He used the 2007 shooting at Virginia Tech in the US as an example. According to many, the perpetrator snapped and went on a shooting spree. The reality is there were years of warnings before the event which left 32 dead and 17 wounded. The perpetrator started at Virginia Tech in 2003 and was immediately ‘different’ and could not make friends.
In 2005 he produced some material that was distressing to students and staff. He also was known for taking pictures of female students under their desks and one professor even threatening to resign because of his behaviour. He was sent for counselling, but only went once and nobody reported that he didn’t arrive for additional (mandatory) sessions.
In November and December of the same year two female students contacted campus police to complain about him. In the subsequent investigation he threatened to kill himself and was taken for a psychological evaluation, kept for 72 hours and released as an outpatient. Nobody followed up to determine if he continued treatment.
In 2006, writing assignments he handed in further alienated him from everyone.
In February 2007 he bought a Walther P22 and called gun shops to enquire about a Glock 19, eventually purchasing one while also being seen practising ‘combat shooting’ at gun ranges. He also purchased bullets and magazines for his weapons.
In April he bought locks and chains, a knife and a bullet proof vest. On the 15th April he sent a ‘critical letter’ to the English department. On the 16th he shot two people at his residence, went to the post office at 09:00 to send off his video manifesto, and started his killing spree at 09:43.
Labuschagne said this individual showed all the signs of someone who needed help, but the educational organisation had no policy to facilitate this – such as making sure he went to the counselling sessions. He adds that 80% of these incidents are identifiable in advance and can be prevented if the right policies and processes are in place.
A workplace and a business
A university is a workplace and a business, Labuschagne noted, but unlike other businesses where the interaction with clients is often short, in the education environment the students spend a large portion of their days interacting with the university and peers – for years. The same issues that play out wherever there are people will also happen in the education environment and we must all be aware of the warning signs and have a mechanism to report them; there must also be a mechanism for the security team to gather information, assess the threat and take the necessary action and monitor the individual or situation afterwards.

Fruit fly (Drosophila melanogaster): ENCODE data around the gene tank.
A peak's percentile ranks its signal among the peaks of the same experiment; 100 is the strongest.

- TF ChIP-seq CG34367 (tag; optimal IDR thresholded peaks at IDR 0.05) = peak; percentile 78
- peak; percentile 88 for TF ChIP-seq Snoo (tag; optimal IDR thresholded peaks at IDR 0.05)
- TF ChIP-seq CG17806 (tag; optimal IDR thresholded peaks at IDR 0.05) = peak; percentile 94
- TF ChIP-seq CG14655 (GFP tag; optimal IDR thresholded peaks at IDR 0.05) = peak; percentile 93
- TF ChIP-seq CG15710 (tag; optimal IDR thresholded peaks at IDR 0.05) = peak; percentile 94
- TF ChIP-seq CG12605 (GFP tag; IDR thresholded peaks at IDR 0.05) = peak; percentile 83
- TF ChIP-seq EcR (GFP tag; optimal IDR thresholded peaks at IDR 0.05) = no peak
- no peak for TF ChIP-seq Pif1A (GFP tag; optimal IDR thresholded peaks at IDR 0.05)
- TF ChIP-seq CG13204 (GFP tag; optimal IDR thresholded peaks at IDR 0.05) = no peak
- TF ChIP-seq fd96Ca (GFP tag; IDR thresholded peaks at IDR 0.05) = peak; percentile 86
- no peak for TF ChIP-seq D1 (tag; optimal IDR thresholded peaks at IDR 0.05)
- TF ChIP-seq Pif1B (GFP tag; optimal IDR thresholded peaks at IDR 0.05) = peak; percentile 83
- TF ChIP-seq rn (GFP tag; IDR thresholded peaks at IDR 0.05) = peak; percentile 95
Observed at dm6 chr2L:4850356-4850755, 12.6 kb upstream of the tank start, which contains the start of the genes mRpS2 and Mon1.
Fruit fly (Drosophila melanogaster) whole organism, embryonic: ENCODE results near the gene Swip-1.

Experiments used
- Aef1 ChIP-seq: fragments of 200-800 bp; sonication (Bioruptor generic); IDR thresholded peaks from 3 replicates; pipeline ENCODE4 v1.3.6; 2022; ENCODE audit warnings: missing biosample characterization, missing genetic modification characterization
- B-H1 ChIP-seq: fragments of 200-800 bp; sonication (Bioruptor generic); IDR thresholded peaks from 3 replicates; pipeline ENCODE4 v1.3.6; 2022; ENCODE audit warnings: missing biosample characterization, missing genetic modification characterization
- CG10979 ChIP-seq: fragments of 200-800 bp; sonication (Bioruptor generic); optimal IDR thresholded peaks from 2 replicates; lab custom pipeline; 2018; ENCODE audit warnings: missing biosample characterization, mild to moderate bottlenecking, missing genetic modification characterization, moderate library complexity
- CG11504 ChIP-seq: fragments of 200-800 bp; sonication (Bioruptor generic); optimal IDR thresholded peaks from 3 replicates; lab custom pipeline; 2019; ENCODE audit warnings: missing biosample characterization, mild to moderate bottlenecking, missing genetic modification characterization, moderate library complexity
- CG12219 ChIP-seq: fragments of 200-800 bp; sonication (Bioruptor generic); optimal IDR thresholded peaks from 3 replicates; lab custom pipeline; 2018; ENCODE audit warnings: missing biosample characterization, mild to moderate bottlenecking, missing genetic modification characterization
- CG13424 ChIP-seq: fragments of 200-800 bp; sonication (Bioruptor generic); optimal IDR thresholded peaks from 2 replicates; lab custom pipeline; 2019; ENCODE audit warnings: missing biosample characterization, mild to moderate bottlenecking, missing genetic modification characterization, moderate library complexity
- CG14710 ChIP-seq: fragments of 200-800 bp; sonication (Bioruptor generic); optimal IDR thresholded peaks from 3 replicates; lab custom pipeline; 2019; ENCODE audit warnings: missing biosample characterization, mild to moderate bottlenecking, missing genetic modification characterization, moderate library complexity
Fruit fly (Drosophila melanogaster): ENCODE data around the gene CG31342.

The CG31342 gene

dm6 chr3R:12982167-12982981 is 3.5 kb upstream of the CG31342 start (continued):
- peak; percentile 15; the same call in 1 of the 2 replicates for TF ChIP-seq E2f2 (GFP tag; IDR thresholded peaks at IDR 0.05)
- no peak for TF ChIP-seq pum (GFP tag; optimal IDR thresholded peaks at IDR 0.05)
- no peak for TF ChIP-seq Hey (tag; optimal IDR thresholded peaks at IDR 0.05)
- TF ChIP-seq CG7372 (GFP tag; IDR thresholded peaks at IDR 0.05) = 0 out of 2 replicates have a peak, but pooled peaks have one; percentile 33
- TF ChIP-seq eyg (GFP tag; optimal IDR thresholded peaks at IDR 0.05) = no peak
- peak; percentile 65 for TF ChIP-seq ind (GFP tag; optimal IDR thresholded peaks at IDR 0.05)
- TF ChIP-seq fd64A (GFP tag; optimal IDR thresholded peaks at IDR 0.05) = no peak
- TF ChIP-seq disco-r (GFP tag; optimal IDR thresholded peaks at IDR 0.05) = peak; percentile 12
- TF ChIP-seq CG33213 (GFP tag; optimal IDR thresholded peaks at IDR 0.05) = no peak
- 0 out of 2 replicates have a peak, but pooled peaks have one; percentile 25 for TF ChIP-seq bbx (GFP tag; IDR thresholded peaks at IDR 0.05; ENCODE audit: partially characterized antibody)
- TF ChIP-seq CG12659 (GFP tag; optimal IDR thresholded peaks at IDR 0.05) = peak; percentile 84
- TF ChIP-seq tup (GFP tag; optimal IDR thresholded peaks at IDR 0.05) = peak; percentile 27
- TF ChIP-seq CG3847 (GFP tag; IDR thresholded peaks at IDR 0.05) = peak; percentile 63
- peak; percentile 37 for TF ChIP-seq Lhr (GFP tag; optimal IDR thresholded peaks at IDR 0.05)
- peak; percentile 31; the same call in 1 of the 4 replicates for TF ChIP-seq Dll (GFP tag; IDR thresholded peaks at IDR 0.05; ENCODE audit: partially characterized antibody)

Labuschagne gave other examples of less extreme situations in which a TAM programme could prevent potentially serious repercussions. The goal is to prevent staff and students from being abused, intimidated, assaulted or killed by proactively managing the situation.
The reality is that the problem is already on your campus, you just don’t know about it. Detecting problems at an early stage and intervening is far more effective than dealing with the aftermath – and security technology, guard patrols and even the police force will be of little help in situations like this since they can’t act in a traditional manner until the suspect does something. If TAM processes are done correctly, a crime can be prevented, not investigated after the fact.
This review is only a portion of the presentation Labuschagne delivered, find out more at www.threatsa.co.za
Surviving the new norm
The panel discussion at the Camprosa conference is aimed at providing some insights ‘from the coalface’ as it pertains to security on campus. This year’s panel was no different and the panellists engaged with each other and the audience on a number of issues raised, either from the stage or by attendees. The panellists in the hot seats were:
• Ms. Fundiswa Sotenjwa acting director: student support and sector liaison, Department of Higher Education for Universities,
• Professor Ahmed Bawa, CEO, Universities South Africa (USAf),
• Professor W. De Villiers, V.C., University of Stellenbosch,
• Lt Colonel Barbara Breedt, the SAPS Rondebosch Station commander, and
• Lwando Nkamisa, SRC chairperson at the University of Stellenbosch.
The panellists started proceedings by providing a short introduction and telling the audience what they believed were some of the most pertinent issues to be dealt with on campuses in the coming year. Below we summarise a few of the pertinent points raised.
Sotenjwa started by noting that the Department of Higher Education for Universities was pushing for stability reports from all universities in the coming year because of its concerns about the protests and other activities over the previous year or two. She also called for more cooperation and better relationships between all stakeholders – university security teams, SAPS, student leaders, provincial authorities etc, – to ensure that incidents of the past could be avoided and everyone could work together on a common approach to disruptions.
She echoed Labuschagne in noting a need to obtain intelligence in advance about potential disruptions, and remarked on the requirement for a common approach to addressing gender-based violence.
Bawa continued, noting that the events over the past year forced campus leaders to take notice of what was happening on the ground. He said the challenge is to create an environment where everyone trusts each other (students, staff and administrators). There is a need for increased and continuous engagement across the board – including with SAPS and other government bodies. He also told the attendees that security plays an integral role in universities, both from an individual and a group perspective, hence the need for better relationships based on trust and better communication.